Hong Prenatal Yoga
  • 基本指导-练习瑜珈准备迎接新生儿

  • When to Start Practicing
    Women should take it easy for the first 12 weeks of pregnancy to allow their bodies to adjust to the changes of pregnancy. Our yoga classes are for healthy women in their 2nd and 3rd trimesters and can be safely attended right up until you go into labor. Consult with your physician/midwife before starting any exercise program. Women who have a history of miscarriage or who had trouble conceiving should wait until 16 weeks to give the pregnancy time to settle. Talk to your yoga instructor about some simple and safe exercises that can be practiced in the first trimester.
    Guidelines for Practice
    The first thing to remember is that every pregnancy is different, even for the same woman, so it is best to listen to your body at all times and only do what feels right to you. If you are new to yoga, now is not the time for over-achieving, so take it easy, especially when trying new poses.
    What to wear:  Wear lightweight, non-restrictive clothing. Many women wear leggings and t-shirts. Yoga is practiced with bare feet; please do not wear socks during class because this can cause a risk of slipping and falling. Some women like to put on socks and pullovers before relaxation.
    Regular Practice:  Pregnant women should get regular exercise a minimum of 3 times a week.  If you can’t make it to yoga class three times per week, talk to your instructor about at-home exercises and prenatal yoga videos. Swimming and brisk walking are   great exercise options during pregnancy.
    Get off your back:  The American College of Obstetricians and Gynecologists cautions women about exercising on their backs after 12 weeks because the weight of the enlarging uterus can compress the vena cava which will restrict blood and oxygen flow to the fetus. Other experts give similar cautions ranging from 12 to 20 weeks depending on maternal weight gain and uterus size. Hong Prenatal Yoga instructors do not teach supine (back-lying) postures to 2nd and 3rd trimester students.
    Food & Water: Please eat a small snack of complex carbohydrates 30 minutes to 1 hour before class to prevent blood sugar from falling. Normally the stomach and bladder should be empty before practicing yoga, mainly because many postures increase intra-abdominal pressure and can cause problems. We do not do these postures in prenatal classes so it is fine to eat lightly before class and drink water during class. Please do empty the bladder before class and feel free to visit the bathroom as often as needed during class.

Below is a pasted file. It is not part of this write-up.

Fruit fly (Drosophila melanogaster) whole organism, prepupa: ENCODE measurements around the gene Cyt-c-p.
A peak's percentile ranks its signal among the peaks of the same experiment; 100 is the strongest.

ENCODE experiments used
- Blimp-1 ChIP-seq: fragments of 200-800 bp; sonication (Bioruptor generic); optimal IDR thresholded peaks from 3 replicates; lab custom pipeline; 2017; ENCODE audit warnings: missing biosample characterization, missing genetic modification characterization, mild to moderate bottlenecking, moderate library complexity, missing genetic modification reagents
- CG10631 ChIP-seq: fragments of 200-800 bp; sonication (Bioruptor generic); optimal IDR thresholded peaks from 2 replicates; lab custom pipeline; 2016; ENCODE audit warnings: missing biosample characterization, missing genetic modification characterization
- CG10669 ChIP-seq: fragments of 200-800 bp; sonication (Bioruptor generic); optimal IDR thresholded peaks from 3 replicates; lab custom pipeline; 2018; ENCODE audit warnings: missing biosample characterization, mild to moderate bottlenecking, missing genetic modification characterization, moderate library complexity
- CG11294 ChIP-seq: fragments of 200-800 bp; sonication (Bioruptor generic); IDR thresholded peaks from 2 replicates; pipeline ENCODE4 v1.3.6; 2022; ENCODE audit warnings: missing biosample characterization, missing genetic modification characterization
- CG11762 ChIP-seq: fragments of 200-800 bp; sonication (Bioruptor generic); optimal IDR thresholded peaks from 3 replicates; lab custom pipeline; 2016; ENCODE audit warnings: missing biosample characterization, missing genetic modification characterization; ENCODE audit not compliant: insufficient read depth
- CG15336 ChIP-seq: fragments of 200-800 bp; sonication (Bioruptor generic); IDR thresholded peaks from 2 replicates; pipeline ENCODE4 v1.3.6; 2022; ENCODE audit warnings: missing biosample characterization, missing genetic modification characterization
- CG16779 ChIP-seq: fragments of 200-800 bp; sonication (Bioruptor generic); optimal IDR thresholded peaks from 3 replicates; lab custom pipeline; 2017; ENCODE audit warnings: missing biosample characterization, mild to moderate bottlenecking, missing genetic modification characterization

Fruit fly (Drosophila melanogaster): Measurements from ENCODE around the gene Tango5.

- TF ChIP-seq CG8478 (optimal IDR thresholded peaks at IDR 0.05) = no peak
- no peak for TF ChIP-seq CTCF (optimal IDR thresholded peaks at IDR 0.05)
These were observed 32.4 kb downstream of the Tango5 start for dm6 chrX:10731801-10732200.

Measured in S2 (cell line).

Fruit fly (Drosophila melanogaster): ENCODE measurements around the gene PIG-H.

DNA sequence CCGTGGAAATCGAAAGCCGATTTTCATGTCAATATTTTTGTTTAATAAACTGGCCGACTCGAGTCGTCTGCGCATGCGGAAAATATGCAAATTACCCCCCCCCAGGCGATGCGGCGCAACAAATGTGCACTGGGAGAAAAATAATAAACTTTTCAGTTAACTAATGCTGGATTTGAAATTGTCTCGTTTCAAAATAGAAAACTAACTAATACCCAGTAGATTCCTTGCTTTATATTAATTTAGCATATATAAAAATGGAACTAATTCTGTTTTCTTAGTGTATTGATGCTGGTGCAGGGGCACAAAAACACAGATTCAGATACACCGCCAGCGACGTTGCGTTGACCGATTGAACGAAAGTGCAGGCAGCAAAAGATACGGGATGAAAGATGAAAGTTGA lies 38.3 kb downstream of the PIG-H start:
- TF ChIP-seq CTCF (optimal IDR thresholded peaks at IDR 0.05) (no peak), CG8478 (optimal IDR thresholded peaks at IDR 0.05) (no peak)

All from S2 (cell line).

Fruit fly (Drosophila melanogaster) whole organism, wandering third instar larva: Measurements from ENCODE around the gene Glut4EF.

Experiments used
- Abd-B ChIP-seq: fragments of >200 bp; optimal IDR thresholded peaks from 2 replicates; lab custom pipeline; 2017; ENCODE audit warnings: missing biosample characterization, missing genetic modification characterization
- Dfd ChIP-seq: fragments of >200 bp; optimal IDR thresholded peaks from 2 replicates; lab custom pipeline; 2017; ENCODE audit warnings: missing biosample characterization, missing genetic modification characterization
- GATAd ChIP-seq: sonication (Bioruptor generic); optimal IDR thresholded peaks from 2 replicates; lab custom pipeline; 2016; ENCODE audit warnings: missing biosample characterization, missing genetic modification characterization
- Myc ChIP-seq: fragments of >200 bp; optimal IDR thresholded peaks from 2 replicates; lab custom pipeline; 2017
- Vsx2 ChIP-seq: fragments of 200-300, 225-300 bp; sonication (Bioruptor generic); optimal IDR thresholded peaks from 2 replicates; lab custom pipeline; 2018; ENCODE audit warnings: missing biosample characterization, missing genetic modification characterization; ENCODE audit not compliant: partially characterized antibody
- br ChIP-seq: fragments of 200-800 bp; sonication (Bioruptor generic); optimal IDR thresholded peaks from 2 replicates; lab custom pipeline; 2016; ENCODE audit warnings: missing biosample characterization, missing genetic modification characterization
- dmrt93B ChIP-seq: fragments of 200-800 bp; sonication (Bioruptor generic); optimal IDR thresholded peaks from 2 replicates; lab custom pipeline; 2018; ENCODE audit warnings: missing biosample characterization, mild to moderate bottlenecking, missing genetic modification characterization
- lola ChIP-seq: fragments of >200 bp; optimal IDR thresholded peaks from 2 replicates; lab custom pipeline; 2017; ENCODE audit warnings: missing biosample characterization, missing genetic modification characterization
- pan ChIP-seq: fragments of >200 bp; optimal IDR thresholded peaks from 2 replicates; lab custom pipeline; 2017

Listen to Your Body: You must remember during any exercise,should you feel uncomfortable, discontinue the movement. You must listen to your body. If it's tired or fatigued, do not push it. Your body is doing enough work creating your baby, be gentle with yourself. If an instructor holds a position too long, feel free to come out and rest in child’s pose. Report any pregnancy concerns to your health care provider. Stop exercising immediately and contact your physician/midwife if you experience any of the following:
    * Vaginal Bleeding
    * Fever of 100 degrees or higher
    * Uterine contractions with 20 minute or shorter intervals
    * Vomiting more than a few times in 1 hour
    * Sudden dimmed or blurred vision
    * Sudden dizziness or faintness
    * Severe persistent headache
    * Leaking of fluid from vagina
    * Reduced fetal activity
    * Sudden swelling (edema)
    * Frequent burning urination
    * Pain of any kind: back, pubic bone, chest, abdominal
    * Heart rhythm abnormalities
    * Shortness of breath not associated with exercise
    After 35 Weeks:  If your baby is still breech at 35 weeks your instructor can give you some gentle postures to do at home that have been known to facilitate turning. Regardless of whether your baby has turned, we do not recommend you practice full un-supported squats after 35 weeks; you may practice them on a bolster. When labor begins you may return to using full squats if you feel like it.